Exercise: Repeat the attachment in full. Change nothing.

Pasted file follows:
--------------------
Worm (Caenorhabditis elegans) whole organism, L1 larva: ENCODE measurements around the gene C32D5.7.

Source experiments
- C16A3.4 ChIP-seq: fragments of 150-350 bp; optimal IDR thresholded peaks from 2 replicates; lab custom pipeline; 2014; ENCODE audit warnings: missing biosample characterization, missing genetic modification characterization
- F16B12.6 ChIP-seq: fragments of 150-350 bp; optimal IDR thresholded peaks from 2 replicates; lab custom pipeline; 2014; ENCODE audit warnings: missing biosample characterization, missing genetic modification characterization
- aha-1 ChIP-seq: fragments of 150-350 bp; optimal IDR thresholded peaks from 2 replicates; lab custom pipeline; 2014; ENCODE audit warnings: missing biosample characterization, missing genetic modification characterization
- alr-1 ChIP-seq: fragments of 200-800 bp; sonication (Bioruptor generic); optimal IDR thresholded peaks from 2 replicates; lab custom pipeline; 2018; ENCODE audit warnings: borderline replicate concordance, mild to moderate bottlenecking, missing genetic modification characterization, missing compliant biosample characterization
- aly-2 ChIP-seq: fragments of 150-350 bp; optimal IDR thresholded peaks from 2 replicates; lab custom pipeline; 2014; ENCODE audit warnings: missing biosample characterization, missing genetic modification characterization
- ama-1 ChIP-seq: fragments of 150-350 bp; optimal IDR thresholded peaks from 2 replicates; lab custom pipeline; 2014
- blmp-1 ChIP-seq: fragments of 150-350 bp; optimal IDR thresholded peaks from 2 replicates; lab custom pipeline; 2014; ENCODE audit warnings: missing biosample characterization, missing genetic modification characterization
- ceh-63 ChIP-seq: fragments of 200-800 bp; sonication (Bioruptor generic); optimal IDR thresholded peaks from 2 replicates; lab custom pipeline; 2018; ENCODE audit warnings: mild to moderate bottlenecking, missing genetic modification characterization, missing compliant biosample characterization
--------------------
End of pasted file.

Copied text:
Worm (Caenorhabditis elegans) whole organism, L1 larva: ENCODE measurements around the gene C32D5.7.

Source experiments
- C16A3.4 ChIP-seq: fragments of 150-350 bp; optimal IDR thresholded peaks from 2 replicates; lab custom pipeline; 2014; ENCODE audit warnings: missing biosample characterization, missing genetic modification characterization
- F16B12.6 ChIP-seq: fragments of 150-350 bp; optimal IDR thresholded peaks from 2 replicates; lab custom pipeline; 2014; ENCODE audit warnings: missing biosample characterization, missing genetic modification characterization
- aha-1 ChIP-seq: fragments of 150-350 bp; optimal IDR thresholded peaks from 2 replicates; lab custom pipeline; 2014; ENCODE audit warnings: missing biosample characterization, missing genetic modification characterization
- alr-1 ChIP-seq: fragments of 200-800 bp; sonication (Bioruptor generic); optimal IDR thresholded peaks from 2 replicates; lab custom pipeline; 2018; ENCODE audit warnings: borderline replicate concordance, mild to moderate bottlenecking, missing genetic modification characterization, missing compliant biosample characterization
- aly-2 ChIP-seq: fragments of 150-350 bp; optimal IDR thresholded peaks from 2 replicates; lab custom pipeline; 2014; ENCODE audit warnings: missing biosample characterization, missing genetic modification characterization
- ama-1 ChIP-seq: fragments of 150-350 bp; optimal IDR thresholded peaks from 2 replicates; lab custom pipeline; 2014
- blmp-1 ChIP-seq: fragments of 150-350 bp; optimal IDR thresholded peaks from 2 replicates; lab custom pipeline; 2014; ENCODE audit warnings: missing biosample characterization, missing genetic modification characterization
- ceh-63 ChIP-seq: fragments of 200-800 bp; sonication (Bioruptor generic); optimal IDR thresholded peaks from 2 replicates; lab custom pipeline; 2018; ENCODE audit warnings: mild to moderate bottlenecking, missing genetic modification characterization, missing compliant biosample characterization